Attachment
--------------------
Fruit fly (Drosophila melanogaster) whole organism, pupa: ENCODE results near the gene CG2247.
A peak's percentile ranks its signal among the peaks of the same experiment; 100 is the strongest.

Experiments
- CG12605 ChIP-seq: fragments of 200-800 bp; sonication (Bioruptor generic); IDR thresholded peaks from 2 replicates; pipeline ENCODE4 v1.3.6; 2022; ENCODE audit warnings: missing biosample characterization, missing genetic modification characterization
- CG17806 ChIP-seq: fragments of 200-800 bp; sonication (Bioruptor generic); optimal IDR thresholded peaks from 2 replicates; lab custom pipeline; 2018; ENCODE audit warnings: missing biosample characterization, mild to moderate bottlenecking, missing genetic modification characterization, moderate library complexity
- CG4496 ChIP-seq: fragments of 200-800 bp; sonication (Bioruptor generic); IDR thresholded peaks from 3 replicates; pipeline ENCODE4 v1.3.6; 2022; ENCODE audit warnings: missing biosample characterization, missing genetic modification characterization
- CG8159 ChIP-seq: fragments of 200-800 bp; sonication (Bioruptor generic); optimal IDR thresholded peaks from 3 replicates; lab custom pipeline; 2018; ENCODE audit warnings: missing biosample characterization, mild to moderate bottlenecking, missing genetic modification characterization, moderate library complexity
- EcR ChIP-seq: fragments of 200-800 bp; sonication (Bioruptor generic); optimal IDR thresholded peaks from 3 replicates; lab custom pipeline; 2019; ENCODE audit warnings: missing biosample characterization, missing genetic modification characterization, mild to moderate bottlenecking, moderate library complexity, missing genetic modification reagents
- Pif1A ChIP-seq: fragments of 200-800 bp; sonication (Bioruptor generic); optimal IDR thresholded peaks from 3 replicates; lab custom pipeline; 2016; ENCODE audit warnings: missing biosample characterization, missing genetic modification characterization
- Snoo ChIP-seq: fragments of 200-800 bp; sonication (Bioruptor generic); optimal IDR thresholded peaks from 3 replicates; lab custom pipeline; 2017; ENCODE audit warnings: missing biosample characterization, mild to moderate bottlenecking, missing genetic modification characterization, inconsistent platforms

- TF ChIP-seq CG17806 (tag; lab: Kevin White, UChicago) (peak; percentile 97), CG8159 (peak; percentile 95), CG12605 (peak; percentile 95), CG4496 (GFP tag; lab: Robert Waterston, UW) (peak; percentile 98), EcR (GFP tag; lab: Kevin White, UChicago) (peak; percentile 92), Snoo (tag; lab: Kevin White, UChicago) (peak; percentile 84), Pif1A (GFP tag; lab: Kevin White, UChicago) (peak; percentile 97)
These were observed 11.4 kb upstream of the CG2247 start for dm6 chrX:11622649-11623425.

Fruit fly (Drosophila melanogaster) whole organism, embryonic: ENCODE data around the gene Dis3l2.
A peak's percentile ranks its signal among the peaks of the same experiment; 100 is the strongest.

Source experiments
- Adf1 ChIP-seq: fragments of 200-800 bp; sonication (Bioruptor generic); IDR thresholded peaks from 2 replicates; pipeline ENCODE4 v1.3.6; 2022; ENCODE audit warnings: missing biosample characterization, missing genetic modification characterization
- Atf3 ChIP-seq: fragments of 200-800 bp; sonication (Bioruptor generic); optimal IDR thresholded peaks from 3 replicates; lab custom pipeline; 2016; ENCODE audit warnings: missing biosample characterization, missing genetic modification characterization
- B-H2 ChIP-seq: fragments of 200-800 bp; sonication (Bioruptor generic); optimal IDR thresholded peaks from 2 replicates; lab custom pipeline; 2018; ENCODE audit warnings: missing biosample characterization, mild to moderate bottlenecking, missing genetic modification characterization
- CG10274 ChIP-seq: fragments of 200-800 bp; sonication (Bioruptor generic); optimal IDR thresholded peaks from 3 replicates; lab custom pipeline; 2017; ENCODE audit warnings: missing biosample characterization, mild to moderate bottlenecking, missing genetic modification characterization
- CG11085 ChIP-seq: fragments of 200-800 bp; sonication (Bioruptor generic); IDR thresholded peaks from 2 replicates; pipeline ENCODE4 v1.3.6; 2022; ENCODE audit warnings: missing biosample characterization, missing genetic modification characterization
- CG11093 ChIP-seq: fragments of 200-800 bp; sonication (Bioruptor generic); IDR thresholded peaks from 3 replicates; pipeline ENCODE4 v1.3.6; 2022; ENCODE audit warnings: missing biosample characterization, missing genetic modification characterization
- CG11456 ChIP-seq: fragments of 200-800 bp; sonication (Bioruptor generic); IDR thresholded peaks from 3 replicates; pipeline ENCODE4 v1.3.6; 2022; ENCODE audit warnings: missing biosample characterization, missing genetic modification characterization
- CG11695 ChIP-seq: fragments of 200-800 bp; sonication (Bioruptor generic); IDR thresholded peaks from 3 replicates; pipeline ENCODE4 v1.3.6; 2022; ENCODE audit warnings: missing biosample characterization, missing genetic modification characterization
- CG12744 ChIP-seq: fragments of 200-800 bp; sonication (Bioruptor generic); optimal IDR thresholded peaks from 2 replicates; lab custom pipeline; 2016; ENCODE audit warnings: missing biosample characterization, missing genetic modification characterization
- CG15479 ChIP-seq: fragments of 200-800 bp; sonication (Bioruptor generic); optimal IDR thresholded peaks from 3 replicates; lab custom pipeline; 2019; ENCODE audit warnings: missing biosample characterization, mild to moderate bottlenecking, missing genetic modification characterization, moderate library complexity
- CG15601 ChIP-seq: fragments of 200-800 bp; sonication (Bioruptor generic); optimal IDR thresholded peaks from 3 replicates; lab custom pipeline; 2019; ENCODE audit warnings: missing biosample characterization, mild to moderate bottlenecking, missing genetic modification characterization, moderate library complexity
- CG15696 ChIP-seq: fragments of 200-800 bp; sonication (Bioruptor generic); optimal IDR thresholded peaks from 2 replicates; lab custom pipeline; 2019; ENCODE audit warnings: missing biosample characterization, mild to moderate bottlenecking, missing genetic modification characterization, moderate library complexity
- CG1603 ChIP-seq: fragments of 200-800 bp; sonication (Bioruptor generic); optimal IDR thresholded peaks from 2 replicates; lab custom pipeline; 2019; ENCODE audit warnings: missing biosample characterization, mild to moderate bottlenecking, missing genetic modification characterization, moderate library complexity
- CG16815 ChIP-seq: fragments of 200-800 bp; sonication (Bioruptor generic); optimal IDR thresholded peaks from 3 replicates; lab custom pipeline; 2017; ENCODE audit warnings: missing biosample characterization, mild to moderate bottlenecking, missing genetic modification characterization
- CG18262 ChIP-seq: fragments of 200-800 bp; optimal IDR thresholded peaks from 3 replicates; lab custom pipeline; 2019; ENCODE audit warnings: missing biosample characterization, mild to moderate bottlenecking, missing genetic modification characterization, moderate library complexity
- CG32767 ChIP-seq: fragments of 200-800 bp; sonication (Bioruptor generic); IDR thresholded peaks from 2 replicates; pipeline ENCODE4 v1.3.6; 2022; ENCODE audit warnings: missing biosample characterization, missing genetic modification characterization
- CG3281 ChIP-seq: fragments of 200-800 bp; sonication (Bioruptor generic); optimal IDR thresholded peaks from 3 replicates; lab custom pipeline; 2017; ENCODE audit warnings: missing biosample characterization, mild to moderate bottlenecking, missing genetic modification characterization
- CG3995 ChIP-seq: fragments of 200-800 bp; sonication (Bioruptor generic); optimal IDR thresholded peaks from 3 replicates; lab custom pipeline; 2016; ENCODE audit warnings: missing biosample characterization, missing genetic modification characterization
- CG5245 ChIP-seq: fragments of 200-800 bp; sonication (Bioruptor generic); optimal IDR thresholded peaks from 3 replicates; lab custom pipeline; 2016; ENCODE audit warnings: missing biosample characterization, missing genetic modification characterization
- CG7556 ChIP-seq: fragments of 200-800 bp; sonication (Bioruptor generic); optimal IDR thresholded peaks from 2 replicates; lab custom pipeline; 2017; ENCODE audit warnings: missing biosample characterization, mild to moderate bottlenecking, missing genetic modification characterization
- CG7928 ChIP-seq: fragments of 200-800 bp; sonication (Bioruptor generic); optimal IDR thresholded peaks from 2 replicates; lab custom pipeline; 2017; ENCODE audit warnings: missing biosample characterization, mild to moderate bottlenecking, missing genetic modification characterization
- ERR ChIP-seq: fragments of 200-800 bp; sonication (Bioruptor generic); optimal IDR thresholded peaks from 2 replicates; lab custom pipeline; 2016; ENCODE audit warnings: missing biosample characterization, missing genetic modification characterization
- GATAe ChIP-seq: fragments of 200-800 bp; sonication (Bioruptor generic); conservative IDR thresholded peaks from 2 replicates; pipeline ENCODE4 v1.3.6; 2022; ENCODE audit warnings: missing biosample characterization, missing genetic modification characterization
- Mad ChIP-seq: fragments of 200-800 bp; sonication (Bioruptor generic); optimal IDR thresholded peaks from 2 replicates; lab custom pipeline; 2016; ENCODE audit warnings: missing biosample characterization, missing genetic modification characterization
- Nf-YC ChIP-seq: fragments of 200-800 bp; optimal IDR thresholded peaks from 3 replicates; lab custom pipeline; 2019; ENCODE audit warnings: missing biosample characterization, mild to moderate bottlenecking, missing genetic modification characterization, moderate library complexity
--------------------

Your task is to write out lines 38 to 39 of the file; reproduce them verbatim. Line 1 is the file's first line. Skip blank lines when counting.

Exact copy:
- GATAe ChIP-seq: fragments of 200-800 bp; sonication (Bioruptor generic); conservative IDR thresholded peaks from 2 replicates; pipeline ENCODE4 v1.3.6; 2022; ENCODE audit warnings: missing biosample characterization, missing genetic modification characterization
- Mad ChIP-seq: fragments of 200-800 bp; sonication (Bioruptor generic); optimal IDR thresholded peaks from 2 replicates; lab custom pipeline; 2016; ENCODE audit warnings: missing biosample characterization, missing genetic modification characterization